9 Providing a clearly defined basis for student progress on the thesis stage of the programme, thus ensuring that the judgements of the Student Progress Panel are adequately grounded (e.g. when applying the University s Procedure for Terminating Postgraduate Students Studies on the Grounds of Unsatisfactory Progress). Developing communities of practice amongst students and supervisors, facilitating a modest degree of interaction between the students undertaking the thesis stage of the programme. Enhancing the research infrastructure that underpins the programme Building the confidence of the research student Supporting the transition of the student towards independence as a researcher. Assisting dissemination of the research for the doctoral thesis, including its impact on practice. Stages in the Thesis Process 9 1. Student prepares an outline proposal and posts into the matching space. 2. Faculty profiles posted in the matching space. 3. Matching process online conversations over a period of c. 4 weeks 4. Supervisor/student assigned and confirmed in writing by the Doctoral Thesis Faculty Manager. 5. Student assigned to a Student Progress Panel (SPP) 6. Proposal submitted for approval to supervisor 7. Ethical Approval submitted to ethics sub-committee 8. Ethical approval including local and organizational approval if required. 9. Progress checks on student by Student Progress Panel (including completion of presentations, for instance) 10. Draft submission to be approved by primary supervisor and SPP 11. Viva voce 12. Revisions, as required 13. Thesis final submission
10 Road map of the main phases of the thesis stage Matching Phase (a) Starts 4 weeks before official Thesis Start Date Student required to submit their outline research proposal into the matching page in EdD. Doctoral Community area in Google Matching with Supervisor (b) Student considers the available supervisor profiles - link to this from the matching page Student approaches their first choice of supervisor and then if there is no a match made, they move on to the second choice and so on. Confirmation of Match Student and proposed supervisor EdD. Thesis Faculty Manager. EdD. Thesis Faculty Manager considers the workload of the potential supervisor prior to making a decision to confirm match Towards Official start of Thesis stage Official start of Thesis stage Once match is confirmed, EdD. Thesis Faculty Manager enters appropriateinformation into the Share point site. Thesis Administration then organise the setting up of a BlackBoard classroom for the student. Student and Supervisor meet and agree their ways of working and organise a calender of meetings. 10 Thesis start date to 3 months At or around the 3 month date from the official start date, the student should have made progress towards their draft full research proposal. This is then sent to the second supervisor for formative feedback Thesis start date to 3 months - 4 month Student considers the formative feedback received and amends their draft proposal to form their final version of their research proposal. Research proposal submitted via Turnitin. Approval or Not Yet Approved Primary Supervisor reviews the submitted proposal, adds comments in GradeBook and s to alert Second Supervisor Second Supervisor considers the submission and adds their comments in Gradebook. Result confirmedin GradeBook. Ethics Application Student required to submit their all their Ethical application documentation to the EdD. VPREC [Virtual Programme Research Ethics Committee] Ethical Approval Student must meet all the requirements made to the satisfaction of the EdD. VPREC Documentation of Expedited Ethics Approval EdD. Thesis Faculty Manager inserts code for Expedited Approval in the student's GradeBook and into share point site.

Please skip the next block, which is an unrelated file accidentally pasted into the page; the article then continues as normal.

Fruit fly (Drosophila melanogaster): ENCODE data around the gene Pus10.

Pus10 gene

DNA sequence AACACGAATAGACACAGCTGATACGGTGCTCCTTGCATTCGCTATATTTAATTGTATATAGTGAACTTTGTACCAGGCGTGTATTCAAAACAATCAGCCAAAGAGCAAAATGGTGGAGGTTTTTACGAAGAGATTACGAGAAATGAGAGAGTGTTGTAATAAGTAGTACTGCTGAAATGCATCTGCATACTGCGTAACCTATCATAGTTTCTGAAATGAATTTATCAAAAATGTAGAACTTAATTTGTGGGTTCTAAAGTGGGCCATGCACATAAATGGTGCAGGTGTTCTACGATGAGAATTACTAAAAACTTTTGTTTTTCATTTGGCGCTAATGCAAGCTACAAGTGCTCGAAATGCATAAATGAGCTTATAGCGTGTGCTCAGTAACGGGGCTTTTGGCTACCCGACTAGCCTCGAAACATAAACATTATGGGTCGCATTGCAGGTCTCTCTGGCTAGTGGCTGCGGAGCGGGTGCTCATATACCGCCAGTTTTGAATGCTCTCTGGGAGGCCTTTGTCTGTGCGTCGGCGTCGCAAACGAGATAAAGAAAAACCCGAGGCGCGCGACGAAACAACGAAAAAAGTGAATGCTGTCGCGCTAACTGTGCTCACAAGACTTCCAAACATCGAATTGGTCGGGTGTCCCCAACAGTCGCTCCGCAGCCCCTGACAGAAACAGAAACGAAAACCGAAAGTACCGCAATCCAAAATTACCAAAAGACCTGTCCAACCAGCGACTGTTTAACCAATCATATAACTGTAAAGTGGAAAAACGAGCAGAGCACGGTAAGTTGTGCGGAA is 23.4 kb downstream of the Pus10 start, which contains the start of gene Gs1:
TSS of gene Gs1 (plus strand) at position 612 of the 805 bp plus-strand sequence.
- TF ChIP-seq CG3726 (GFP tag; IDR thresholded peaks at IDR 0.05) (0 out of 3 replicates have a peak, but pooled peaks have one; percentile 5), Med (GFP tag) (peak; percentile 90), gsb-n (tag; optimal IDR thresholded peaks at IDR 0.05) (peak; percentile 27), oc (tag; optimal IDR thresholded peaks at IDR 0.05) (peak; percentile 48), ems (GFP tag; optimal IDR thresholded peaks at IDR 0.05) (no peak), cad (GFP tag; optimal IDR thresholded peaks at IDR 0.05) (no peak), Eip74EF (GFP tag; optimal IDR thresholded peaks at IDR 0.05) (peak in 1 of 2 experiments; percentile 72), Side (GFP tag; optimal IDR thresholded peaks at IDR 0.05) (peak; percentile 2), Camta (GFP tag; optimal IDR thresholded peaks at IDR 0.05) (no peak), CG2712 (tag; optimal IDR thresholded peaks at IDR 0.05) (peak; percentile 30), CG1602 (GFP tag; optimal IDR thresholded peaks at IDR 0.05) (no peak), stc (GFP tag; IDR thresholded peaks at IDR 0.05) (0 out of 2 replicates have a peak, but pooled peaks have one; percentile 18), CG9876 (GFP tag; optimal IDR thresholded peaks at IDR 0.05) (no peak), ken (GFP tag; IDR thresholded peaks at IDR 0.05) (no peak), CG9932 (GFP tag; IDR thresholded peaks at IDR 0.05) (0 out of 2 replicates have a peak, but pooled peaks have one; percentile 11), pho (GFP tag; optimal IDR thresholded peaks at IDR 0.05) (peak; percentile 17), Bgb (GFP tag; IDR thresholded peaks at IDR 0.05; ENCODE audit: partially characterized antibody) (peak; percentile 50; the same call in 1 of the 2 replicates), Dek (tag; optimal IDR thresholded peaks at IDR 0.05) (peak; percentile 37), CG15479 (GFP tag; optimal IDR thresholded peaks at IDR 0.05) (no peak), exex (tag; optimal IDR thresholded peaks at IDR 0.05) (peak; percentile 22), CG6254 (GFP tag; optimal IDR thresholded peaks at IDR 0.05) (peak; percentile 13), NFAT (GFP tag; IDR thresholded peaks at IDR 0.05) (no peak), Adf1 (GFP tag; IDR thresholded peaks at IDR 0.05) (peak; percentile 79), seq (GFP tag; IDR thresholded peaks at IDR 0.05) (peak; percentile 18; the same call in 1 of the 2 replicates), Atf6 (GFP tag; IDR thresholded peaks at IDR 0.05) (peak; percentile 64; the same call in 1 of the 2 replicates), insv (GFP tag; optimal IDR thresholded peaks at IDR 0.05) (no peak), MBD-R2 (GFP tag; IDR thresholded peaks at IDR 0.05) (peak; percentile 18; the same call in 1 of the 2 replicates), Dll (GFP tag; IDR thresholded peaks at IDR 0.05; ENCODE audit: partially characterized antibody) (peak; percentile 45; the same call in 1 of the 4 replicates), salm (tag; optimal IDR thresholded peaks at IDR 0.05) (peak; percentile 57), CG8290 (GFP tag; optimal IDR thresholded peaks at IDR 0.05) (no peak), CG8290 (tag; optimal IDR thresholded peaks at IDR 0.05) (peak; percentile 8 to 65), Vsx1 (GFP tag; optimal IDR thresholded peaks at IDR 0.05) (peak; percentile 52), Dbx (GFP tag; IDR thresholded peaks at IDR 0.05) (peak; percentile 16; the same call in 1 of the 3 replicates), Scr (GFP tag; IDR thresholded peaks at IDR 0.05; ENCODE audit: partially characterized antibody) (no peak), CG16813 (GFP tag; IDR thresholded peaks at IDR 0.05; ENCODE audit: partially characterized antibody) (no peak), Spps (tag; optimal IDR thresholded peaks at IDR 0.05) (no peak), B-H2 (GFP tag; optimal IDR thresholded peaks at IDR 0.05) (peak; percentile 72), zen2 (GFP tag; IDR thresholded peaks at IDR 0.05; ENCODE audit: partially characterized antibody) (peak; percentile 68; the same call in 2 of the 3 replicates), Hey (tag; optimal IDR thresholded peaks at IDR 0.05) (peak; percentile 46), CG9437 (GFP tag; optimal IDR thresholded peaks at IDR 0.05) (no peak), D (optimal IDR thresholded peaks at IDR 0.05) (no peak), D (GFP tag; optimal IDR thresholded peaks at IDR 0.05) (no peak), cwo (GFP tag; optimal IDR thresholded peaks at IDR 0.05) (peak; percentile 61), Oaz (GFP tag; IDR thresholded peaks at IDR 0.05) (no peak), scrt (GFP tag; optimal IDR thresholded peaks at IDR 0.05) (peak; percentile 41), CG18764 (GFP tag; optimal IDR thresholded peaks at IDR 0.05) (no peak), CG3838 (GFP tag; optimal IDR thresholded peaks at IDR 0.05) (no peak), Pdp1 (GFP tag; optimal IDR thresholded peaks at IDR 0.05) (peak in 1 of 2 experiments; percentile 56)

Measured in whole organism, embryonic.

11 4-12 months Student continues to work with their Supervisor. (Initial presentation normally completed within 8 months.) Student Progress Panels The Student Progress Panel monitors every student by receiving reports from their supervisor every 4 months. Draft Thesis Once student has drafted their thesis, it must be reviewed by the Second Supervisor who will provide formative feedback. Student continues on draft until both supervisors are content with it. 3 months prior to final submission The student and supervisor discuss when the final thesis will be formally submitted via Turnitin. 3 months before the formal submission of the thesis, the student and supervisor must alert the EdD. Thesis Faculty Manager so that necessary arrangements can be made. Post-final submission of thesis Collegues in the University of Liverpool will be expecting the thesis to be submitted as they would have been alerted to this three months prior to submission. Collegues in University of Liverpool will arrange appointment of external and Internal Examiners and organise date for Viva 11